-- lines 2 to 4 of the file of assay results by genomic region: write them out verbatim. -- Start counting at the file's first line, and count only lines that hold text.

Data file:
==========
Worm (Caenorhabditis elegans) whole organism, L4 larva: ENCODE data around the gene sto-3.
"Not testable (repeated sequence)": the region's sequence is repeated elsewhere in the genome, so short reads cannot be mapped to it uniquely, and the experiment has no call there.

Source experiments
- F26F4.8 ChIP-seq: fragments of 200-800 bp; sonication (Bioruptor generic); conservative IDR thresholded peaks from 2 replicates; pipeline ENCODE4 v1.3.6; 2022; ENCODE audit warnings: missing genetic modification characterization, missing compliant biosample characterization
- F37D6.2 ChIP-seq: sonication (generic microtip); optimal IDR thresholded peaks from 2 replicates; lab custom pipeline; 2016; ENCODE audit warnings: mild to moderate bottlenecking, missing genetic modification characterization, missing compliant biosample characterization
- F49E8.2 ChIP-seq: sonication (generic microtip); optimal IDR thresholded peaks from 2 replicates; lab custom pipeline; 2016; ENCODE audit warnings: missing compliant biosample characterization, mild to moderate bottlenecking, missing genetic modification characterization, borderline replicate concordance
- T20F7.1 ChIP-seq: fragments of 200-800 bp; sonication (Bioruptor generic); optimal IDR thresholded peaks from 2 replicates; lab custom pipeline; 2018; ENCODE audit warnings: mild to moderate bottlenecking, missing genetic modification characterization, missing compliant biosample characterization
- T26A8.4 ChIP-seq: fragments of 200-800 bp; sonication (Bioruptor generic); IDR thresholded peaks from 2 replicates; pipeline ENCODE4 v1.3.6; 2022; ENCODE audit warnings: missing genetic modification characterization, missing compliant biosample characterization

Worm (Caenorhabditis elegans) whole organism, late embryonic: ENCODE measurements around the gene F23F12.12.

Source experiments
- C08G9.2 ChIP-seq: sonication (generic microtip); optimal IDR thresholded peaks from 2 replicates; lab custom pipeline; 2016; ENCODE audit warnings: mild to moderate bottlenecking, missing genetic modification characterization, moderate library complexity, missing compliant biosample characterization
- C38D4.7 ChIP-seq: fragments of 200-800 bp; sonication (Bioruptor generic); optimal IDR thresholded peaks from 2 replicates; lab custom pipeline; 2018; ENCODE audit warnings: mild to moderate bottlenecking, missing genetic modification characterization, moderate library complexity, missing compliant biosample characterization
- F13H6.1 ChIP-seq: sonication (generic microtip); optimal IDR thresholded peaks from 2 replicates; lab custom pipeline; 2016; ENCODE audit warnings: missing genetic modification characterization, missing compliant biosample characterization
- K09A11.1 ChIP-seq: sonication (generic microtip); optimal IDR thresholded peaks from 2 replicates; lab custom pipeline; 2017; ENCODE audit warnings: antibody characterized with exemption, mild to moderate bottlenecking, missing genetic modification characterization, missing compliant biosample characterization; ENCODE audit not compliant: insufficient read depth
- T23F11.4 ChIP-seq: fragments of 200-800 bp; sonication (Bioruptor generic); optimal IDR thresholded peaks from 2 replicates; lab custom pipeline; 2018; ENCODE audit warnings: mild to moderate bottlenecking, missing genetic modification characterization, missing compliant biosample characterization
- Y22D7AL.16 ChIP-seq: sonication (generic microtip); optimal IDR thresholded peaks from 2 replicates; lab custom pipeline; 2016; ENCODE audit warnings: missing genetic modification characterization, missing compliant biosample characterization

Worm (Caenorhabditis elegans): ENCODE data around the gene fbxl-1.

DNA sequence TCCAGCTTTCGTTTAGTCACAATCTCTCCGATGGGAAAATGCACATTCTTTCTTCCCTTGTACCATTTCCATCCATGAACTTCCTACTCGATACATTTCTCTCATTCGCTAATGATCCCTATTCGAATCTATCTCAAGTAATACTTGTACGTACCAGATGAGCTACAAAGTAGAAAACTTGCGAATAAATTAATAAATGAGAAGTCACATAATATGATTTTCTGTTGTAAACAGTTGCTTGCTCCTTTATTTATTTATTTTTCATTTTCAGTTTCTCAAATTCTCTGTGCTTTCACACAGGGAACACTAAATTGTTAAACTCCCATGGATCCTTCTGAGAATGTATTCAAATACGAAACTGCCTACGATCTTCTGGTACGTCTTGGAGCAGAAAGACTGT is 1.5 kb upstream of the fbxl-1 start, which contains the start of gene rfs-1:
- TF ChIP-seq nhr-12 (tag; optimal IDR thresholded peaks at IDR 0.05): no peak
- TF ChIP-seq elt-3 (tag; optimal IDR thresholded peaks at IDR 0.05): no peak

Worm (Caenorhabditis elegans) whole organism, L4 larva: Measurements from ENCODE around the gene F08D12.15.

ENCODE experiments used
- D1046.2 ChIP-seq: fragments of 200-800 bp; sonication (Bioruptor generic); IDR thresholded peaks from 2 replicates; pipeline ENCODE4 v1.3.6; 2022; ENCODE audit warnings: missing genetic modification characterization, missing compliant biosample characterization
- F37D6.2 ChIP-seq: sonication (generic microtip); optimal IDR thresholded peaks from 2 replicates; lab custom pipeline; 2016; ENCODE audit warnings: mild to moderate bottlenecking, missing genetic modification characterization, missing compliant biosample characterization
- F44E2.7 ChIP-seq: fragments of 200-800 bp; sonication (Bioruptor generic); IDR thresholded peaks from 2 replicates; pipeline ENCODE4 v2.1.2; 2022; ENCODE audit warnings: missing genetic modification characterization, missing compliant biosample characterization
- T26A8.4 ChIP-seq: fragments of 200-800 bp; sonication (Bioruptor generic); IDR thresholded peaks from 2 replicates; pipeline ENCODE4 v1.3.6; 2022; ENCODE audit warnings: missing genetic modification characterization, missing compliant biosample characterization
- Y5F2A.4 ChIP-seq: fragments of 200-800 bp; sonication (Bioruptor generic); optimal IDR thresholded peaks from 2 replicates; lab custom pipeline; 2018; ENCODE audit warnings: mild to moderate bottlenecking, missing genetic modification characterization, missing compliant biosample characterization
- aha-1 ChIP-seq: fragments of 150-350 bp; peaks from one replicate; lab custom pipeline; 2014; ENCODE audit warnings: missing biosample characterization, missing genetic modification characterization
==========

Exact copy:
"Not testable (repeated sequence)": the region's sequence is repeated elsewhere in the genome, so short reads cannot be mapped to it uniquely, and the experiment has no call there.

Source experiments
- F26F4.8 ChIP-seq: fragments of 200-800 bp; sonication (Bioruptor generic); conservative IDR thresholded peaks from 2 replicates; pipeline ENCODE4 v1.3.6; 2022; ENCODE audit warnings: missing genetic modification characterization, missing compliant biosample characterization